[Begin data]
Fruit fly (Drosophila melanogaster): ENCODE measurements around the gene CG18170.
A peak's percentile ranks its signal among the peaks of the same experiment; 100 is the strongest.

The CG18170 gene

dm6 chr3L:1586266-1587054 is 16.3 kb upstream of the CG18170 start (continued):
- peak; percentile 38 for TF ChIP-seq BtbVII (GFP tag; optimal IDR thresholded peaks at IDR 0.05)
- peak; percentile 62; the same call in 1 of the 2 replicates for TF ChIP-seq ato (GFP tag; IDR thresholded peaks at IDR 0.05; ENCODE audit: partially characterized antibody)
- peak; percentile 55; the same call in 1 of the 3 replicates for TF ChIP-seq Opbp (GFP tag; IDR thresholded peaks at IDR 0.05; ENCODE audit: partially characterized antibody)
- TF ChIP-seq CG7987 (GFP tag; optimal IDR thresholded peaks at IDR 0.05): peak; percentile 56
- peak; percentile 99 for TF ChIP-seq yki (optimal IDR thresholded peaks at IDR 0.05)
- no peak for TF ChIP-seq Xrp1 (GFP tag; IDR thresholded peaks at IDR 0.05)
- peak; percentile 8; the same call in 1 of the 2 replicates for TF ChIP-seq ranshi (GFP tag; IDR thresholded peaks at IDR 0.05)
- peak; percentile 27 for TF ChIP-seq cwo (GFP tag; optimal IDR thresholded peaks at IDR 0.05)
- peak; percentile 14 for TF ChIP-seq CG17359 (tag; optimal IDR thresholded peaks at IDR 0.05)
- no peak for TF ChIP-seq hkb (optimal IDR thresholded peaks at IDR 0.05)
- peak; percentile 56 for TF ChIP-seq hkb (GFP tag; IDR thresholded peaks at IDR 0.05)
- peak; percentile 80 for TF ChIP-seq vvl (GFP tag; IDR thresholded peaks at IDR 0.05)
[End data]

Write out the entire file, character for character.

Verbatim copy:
Fruit fly (Drosophila melanogaster): ENCODE measurements around the gene CG18170.
A peak's percentile ranks its signal among the peaks of the same experiment; 100 is the strongest.

The CG18170 gene

dm6 chr3L:1586266-1587054 is 16.3 kb upstream of the CG18170 start (continued):
- peak; percentile 38 for TF ChIP-seq BtbVII (GFP tag; optimal IDR thresholded peaks at IDR 0.05)
- peak; percentile 62; the same call in 1 of the 2 replicates for TF ChIP-seq ato (GFP tag; IDR thresholded peaks at IDR 0.05; ENCODE audit: partially characterized antibody)
- peak; percentile 55; the same call in 1 of the 3 replicates for TF ChIP-seq Opbp (GFP tag; IDR thresholded peaks at IDR 0.05; ENCODE audit: partially characterized antibody)
- TF ChIP-seq CG7987 (GFP tag; optimal IDR thresholded peaks at IDR 0.05): peak; percentile 56
- peak; percentile 99 for TF ChIP-seq yki (optimal IDR thresholded peaks at IDR 0.05)
- no peak for TF ChIP-seq Xrp1 (GFP tag; IDR thresholded peaks at IDR 0.05)
- peak; percentile 8; the same call in 1 of the 2 replicates for TF ChIP-seq ranshi (GFP tag; IDR thresholded peaks at IDR 0.05)
- peak; percentile 27 for TF ChIP-seq cwo (GFP tag; optimal IDR thresholded peaks at IDR 0.05)
- peak; percentile 14 for TF ChIP-seq CG17359 (tag; optimal IDR thresholded peaks at IDR 0.05)
- no peak for TF ChIP-seq hkb (optimal IDR thresholded peaks at IDR 0.05)
- peak; percentile 56 for TF ChIP-seq hkb (GFP tag; IDR thresholded peaks at IDR 0.05)
- peak; percentile 80 for TF ChIP-seq vvl (GFP tag; IDR thresholded peaks at IDR 0.05)